“In India, some of the more enlightened employers are taking it upon themselves to either do their own training or talk about training programs in Singapore that they would avail for their more experienced staff,” says Alice Charles, project lead, Cities at the World Economic Forum.
Similar strategies are being deployed in China, says XinYing He, HR director at UECHAIRS: “In terms of effective approaches that we are taking to attract and retain talent in growth cities, we help the whole family settle in so that the employees will feel a stronger sense of belonging to the company.”
Tailored approaches are imperative to succeed
To understand the nuances of workers in the 15 cities, the study investigates people’s needs based on their demographics, life stage, career progression, predisposition to lifelong learning, aspirations and level of financial security. This results in a segmentation study of five personas – confident achievers, white-collar professionals and graduates, struggling vocationals, business owners and skilled tradespeople, and professional families.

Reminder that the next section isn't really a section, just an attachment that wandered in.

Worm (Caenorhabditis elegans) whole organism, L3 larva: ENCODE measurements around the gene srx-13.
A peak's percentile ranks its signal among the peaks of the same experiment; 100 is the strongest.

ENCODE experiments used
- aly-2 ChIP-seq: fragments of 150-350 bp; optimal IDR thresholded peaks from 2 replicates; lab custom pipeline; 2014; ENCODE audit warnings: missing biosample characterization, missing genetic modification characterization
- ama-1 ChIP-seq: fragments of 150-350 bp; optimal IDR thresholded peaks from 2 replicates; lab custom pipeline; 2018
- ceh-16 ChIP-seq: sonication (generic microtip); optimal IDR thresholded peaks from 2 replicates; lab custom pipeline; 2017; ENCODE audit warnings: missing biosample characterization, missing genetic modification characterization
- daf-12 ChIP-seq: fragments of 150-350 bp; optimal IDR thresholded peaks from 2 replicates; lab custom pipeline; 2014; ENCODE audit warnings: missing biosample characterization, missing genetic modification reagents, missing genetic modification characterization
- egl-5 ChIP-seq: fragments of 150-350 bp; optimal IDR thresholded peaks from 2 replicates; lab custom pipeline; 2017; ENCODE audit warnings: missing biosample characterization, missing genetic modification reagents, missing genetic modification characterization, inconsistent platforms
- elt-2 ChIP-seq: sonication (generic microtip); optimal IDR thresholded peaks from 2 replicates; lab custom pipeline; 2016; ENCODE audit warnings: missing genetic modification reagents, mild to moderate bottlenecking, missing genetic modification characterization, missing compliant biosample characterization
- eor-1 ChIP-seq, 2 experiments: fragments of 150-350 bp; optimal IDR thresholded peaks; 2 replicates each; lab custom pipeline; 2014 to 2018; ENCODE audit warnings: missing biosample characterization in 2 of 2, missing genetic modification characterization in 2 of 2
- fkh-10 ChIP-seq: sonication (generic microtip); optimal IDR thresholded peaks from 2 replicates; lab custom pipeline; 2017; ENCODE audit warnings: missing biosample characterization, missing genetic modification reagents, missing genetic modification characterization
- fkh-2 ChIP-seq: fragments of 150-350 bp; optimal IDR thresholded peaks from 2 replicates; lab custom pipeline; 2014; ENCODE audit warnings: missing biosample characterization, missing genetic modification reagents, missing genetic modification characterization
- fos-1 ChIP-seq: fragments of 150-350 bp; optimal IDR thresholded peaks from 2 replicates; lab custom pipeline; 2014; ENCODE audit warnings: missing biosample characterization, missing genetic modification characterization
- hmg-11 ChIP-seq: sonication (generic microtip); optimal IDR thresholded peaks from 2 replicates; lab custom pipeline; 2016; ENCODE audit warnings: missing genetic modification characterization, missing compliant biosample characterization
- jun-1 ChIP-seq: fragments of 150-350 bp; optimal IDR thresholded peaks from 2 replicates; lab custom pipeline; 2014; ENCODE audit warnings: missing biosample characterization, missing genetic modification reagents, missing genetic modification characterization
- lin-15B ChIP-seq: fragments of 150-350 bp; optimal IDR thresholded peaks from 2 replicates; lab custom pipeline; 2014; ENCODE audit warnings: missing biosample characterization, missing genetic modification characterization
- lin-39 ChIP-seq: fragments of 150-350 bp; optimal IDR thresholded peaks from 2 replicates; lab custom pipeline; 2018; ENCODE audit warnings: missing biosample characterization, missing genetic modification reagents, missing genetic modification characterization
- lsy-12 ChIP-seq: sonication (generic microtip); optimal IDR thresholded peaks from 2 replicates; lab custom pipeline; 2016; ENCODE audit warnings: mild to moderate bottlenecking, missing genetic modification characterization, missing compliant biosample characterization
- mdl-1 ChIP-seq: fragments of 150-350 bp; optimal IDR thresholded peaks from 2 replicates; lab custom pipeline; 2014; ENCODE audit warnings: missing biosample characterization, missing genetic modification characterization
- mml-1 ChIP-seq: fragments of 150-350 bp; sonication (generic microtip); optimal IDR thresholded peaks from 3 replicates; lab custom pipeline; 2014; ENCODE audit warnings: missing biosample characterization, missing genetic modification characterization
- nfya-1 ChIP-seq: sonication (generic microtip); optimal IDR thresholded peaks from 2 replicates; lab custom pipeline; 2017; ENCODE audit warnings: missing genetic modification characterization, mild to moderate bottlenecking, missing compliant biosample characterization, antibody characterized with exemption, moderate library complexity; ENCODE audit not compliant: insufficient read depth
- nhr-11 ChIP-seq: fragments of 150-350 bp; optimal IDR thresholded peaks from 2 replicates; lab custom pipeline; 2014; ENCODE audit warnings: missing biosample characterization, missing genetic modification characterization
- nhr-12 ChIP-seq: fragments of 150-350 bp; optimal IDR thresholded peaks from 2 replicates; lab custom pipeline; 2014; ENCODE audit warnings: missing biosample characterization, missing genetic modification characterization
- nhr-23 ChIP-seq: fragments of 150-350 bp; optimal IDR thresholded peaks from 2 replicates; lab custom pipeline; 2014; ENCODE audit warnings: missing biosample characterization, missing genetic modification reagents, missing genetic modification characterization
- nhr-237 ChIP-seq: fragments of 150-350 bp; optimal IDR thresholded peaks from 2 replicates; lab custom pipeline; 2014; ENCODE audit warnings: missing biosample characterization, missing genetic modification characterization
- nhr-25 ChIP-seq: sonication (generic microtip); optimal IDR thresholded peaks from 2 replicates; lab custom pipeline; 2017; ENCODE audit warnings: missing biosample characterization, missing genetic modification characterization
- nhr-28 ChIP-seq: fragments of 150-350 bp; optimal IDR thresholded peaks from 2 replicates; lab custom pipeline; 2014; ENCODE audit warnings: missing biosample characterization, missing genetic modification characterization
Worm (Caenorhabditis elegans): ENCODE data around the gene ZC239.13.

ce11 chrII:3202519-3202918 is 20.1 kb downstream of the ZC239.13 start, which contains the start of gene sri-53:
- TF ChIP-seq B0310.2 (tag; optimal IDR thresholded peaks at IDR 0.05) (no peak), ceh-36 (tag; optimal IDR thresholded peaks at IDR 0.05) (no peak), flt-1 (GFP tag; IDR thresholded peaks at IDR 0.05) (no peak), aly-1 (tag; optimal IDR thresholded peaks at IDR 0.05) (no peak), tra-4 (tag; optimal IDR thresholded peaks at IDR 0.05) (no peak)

While overall satisfaction with life ranks as the number one, most important factor across all five personas, each persona has a unique set of needs and drivers. Employers cannot discount the significant risk in making sweeping generalizations about people and treating them as one homogenous group. A deeper understanding of workers’ needs is critical, and employers must tailor their solutions, approaches and communications to ensure employee needs are met and that they feel empathetically understood.